Y’see, turkeys are very delicate. Yep, even heritage breeds. Even though the heritage breeds are tougher than the whites, they’re still delicate little things. As we were awaiting hatching, we evicted the ducks from the brooder, gave it a deep cleaning, sprayed it down with cleaner, thinking we were good to go with our poults. Welp, as it turns out, there was mold starting in the floor. I say again…fuck.
Turkeys are susceptible to mold. Even when us humans don’t know it’s there, have no fucking clue it’s there…turkeys will be doing great, bopping around like crazy birbs, eating, drinking, pooping beautiful turkey poops…and then just drop dead. Because their little lungs are that effing delicate.
So after the loss of 6 we thought “huh, this is more than just weak poults not making it”. Hubby and The Kid whipped off another brooder like the last one I showed y’all…metal floor for ease of cleaning, fresh new walls, lid that’s easy to lift for air movement and a door for easy access that doesn’t let heat out… Then, The Kid and I put fresh straw in, and I crawled into the old brooder to catch our remaining poults. That’s when I found the mold…under the straw, the wood was wet. And there were small fuzzy spots. Fuck.
Now we have the last 5 in the newly built brooder, nothing is in the old brooder until it gets torn apart and maybe refurbished…but it might just be scrap now. Fuck. I mean, we can’t really complain about it, if we have to scrap it. The brooder was here when we bought the place, it’s successfully raised near onto 500 hundred birds…but I hate that I found out this way that there was a problem with it. I hate that it’s costing little lives. 😥 That’s what kills me.
If you scroll through the pictures, you’ll see the size of the white turkeys, compared to my Narragansetts. The whites are a day old in the picture, the heritage birds over a week! They’re all getting along beautifully. I’m actually hoping that the whites will give the heritages enough impetus to keep fighting to stay alive. There’s really no treatment for mold exposure. Fuck. But I’ve got them on high protein feed, clean water with vitamins, a bit of brown sugar and apple cider vinegar twice a day, clean fresh bedding every other day, and today they got some mashed up hard boiled eggs with the vitamins mixed in. I’m trying my best to make the best of a shitty situation. While hoping that my turkey hens start laying soon…because goodness knows, the boys are doing their jobs. The very second I see eggs from the hens, I’m whisking them off to be incubated!
I’m going to bet dollars to donuts, that the second my incubators are full and working on chickens again, that’s when those turkeys will start popping out eggs…and then I’ll end up having to buy a 3rd incubator just for turkey eggs. 😂😂😂 Because that’s my life…chaotic, crazy, and always learning.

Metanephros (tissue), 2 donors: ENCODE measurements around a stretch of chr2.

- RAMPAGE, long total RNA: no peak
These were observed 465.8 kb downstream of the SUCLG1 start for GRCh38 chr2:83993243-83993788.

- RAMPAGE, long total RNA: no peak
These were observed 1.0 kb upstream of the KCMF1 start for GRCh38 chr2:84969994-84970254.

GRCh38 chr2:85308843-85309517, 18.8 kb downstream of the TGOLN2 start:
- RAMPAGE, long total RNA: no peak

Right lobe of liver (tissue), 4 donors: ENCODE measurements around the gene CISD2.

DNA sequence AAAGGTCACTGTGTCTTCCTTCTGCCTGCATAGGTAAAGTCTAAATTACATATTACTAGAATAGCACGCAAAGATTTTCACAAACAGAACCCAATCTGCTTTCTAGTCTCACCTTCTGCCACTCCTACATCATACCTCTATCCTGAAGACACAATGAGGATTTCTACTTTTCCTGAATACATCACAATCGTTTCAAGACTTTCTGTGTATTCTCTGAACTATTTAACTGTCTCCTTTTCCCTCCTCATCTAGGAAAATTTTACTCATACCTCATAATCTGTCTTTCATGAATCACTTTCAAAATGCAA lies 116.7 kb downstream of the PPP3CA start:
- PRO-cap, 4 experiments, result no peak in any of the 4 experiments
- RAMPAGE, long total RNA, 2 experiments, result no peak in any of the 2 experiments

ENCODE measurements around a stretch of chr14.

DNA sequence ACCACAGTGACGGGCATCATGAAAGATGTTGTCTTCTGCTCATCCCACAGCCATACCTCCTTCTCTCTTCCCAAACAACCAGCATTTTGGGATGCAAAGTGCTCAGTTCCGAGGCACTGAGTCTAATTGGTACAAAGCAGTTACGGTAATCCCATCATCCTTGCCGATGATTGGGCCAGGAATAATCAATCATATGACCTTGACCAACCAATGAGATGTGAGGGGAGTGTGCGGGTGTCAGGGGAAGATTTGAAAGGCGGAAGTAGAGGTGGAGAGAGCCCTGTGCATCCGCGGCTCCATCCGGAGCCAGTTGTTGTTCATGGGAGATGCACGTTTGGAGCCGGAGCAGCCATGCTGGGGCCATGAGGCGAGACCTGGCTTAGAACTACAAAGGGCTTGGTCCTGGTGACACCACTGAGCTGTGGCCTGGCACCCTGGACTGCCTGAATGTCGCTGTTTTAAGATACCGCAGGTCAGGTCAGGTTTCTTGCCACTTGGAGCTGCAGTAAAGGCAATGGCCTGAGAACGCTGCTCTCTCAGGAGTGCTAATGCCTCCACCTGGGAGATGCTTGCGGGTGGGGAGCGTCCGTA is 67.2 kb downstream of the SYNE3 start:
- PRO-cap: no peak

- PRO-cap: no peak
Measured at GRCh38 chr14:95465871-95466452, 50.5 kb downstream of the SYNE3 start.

It’s just a quick shot with my phone, but so far 16 poults have emerged! I’m pretty darn happy with that. Considering we keep having help from Daisy Mae with the cord being knocked out, and the humidity was a bit wonky near the end…still…16 poults. Yeah, that’s good! Fingers crossed for a good amount of hens this round, so that we can add them to Oscar and Dingus’ harem…any boys, unless they’re perfect/awesome will be Freezer Campers.
Hit play and turn up your sound! There’s many little voices in there. I’m so looking forward to meeting them all! Humidity is still high, so they’re not quite done hatching. When the humidity drops and stays low, then that’s an indication that they’re pretty much done. That’s when I open the incubator and see if there’s any who need help out of the shell. Until then, the ones that are out get to sing and dance around while they absorb the last bits of the yolk from their eggs. They’re good for up to (and sometimes longer than) 72 hours in there without food or water.
The brooder is ready and warmed up for them, when they’re all done and ready. 🙂
I’m quite excited that my peppers are at the point of needing to be transplanted. This is exciting to me because, even though there is snow on the ground outside, the garden will soon enough be filled and growing. The problem is always those seedling trays. What on Earth is with them blowing holes in the corners all. the. time? I get it, they’re not the sturdiest of plastics, but why doesn’t someone make a sturdy, hard plastic version? I have said I would happily pay more so that I don’t have to re-buy them every season or two.
Yesterday, in our nearest small town, Hubby went into the hardware store to see if they had seedling trays. Well, they did, but for some strange and ridiculous reason, they had drainage holes in the bottom. Um, does the manufacturer (in this case Jiffy) even understand the usage of the trays? *sigh*
But, The Kid and Hubby came up with a fix, so that I can get the peppers transplanted:
Yeah, that’s a drawer. And that’s gonna work out juuuuuuuust fine! But this is what manufacturers need to do. Make us trays that are rugged and sturdy like this drawer. We serious gardeners would *happily* pay more for them. And let’s be honest, not having to ditch those flimsy ones every year or two and replace them would be a helluva lot better for the environment.
In other news, tomorrow is day 25 for the turkey eggs. Tomorrow we take the turners out of the incubator, raise the humidity and wait…anxiously, for the turkey chirp, chirp, chirps to begin! Still haven’t seen any eggs from the girls in the turkey yard, but that’s okay. Last night I had to carry 3 of them back to the yard because they thought they should escape and go to bed with the chickens. 🤦♀️🙄 Um, no my poor silly birbs. What I did notice is that they have the tell tale signs on the backs of their heads that Oscar and/or Dingus are doing their job(s). So hopefully soon, but even if not until next year, that’s okay too. Good breeding stock is worth the time and investment, and these guys are quality birbs. ❤